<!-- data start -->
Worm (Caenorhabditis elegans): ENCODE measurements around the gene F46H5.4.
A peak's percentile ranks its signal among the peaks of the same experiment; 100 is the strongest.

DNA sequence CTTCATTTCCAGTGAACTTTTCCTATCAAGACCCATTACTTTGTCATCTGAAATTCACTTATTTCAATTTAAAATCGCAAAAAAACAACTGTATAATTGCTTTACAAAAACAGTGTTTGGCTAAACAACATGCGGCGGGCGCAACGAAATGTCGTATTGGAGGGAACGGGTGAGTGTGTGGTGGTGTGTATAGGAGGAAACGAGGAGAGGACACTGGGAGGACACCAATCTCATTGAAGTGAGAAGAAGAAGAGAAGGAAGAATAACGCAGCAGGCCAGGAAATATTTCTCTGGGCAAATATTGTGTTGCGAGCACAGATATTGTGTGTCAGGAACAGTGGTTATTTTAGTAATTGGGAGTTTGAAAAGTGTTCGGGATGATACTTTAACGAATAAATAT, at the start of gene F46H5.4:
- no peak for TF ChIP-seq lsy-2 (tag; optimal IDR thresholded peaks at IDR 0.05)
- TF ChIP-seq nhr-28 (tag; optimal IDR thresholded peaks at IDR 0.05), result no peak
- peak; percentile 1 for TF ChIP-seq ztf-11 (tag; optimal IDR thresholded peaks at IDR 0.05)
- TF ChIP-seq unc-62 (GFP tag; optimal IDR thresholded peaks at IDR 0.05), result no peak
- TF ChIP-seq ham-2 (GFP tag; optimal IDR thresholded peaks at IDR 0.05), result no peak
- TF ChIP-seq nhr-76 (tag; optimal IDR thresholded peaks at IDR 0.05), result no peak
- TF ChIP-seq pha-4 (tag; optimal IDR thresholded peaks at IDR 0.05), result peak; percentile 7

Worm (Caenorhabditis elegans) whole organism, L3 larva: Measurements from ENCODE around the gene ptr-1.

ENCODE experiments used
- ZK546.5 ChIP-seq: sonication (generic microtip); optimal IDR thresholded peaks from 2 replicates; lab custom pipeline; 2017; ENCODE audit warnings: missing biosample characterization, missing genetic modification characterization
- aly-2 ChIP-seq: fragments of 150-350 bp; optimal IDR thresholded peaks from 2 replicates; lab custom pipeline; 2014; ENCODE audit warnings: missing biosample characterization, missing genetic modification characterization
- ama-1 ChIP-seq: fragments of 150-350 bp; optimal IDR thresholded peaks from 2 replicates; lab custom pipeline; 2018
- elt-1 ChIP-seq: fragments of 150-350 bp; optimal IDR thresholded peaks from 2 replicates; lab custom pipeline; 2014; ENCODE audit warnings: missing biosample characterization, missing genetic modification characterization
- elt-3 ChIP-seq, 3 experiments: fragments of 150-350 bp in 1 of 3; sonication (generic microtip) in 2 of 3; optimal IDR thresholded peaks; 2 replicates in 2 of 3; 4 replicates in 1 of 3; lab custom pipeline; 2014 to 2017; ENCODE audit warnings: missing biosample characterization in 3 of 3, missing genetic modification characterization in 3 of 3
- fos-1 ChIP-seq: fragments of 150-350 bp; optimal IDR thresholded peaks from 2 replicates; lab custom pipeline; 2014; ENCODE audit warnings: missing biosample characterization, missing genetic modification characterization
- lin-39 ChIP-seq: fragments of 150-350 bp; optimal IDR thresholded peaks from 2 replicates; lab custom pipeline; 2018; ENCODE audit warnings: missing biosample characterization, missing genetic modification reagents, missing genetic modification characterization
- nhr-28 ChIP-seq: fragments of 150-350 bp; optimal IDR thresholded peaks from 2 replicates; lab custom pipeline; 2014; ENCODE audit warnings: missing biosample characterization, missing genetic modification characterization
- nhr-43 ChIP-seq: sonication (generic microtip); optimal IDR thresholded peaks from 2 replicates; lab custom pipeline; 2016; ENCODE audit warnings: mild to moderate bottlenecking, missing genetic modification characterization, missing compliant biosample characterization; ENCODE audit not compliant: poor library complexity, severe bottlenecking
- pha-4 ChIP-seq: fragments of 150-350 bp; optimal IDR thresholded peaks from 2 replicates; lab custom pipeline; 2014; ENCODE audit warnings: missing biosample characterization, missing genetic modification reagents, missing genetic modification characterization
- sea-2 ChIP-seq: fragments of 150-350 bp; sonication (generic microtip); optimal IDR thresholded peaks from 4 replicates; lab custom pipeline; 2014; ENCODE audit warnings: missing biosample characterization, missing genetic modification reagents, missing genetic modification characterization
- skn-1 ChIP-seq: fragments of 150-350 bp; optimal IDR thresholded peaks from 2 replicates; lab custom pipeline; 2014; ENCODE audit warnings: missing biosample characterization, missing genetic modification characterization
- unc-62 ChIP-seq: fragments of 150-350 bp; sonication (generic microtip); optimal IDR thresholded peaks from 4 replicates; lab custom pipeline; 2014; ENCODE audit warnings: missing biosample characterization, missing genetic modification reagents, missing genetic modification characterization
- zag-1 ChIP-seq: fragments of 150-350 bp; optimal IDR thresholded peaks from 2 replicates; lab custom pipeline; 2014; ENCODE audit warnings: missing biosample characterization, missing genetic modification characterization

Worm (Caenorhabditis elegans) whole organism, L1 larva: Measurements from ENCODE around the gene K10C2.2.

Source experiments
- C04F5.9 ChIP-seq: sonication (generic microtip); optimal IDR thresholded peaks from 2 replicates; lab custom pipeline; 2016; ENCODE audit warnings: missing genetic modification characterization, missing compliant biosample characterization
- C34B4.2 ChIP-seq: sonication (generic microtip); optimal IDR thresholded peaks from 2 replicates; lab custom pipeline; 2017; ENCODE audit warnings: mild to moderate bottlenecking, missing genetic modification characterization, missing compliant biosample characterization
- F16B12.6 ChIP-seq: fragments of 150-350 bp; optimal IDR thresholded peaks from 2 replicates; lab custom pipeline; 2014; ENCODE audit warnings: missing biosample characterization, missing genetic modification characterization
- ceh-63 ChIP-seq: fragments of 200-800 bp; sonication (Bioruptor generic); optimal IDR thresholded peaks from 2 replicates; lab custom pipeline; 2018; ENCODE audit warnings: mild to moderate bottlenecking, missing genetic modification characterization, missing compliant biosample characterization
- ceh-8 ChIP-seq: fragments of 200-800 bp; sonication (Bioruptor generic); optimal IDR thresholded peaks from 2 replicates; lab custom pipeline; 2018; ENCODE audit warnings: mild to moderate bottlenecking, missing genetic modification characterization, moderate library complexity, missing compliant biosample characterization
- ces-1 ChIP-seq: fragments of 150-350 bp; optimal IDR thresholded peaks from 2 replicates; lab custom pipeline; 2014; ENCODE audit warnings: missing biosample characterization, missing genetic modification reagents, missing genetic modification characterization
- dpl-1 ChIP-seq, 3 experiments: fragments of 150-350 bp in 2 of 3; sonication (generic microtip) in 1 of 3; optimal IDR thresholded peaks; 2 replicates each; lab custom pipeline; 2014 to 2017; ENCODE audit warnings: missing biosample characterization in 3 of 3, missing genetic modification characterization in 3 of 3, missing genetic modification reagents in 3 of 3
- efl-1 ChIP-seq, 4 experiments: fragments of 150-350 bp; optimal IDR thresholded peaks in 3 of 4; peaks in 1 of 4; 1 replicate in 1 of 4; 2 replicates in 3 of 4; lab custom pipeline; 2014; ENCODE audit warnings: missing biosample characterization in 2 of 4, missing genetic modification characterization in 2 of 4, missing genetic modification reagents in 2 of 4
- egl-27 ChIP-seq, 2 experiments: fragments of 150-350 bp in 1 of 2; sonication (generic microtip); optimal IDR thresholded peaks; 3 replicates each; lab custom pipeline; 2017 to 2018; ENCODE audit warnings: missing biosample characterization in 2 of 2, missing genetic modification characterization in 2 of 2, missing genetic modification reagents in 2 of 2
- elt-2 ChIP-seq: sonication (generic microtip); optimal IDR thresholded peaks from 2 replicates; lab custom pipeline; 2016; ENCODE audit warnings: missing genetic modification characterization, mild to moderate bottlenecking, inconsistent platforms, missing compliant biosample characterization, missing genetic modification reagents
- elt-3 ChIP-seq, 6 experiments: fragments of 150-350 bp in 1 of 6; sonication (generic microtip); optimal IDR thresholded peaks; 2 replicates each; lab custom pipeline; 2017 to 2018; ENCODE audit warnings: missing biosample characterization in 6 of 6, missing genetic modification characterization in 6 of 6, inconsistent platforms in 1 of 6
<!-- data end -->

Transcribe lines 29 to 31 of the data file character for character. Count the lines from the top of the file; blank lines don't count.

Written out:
- C04F5.9 ChIP-seq: sonication (generic microtip); optimal IDR thresholded peaks from 2 replicates; lab custom pipeline; 2016; ENCODE audit warnings: missing genetic modification characterization, missing compliant biosample characterization
- C34B4.2 ChIP-seq: sonication (generic microtip); optimal IDR thresholded peaks from 2 replicates; lab custom pipeline; 2017; ENCODE audit warnings: mild to moderate bottlenecking, missing genetic modification characterization, missing compliant biosample characterization
- F16B12.6 ChIP-seq: fragments of 150-350 bp; optimal IDR thresholded peaks from 2 replicates; lab custom pipeline; 2014; ENCODE audit warnings: missing biosample characterization, missing genetic modification characterization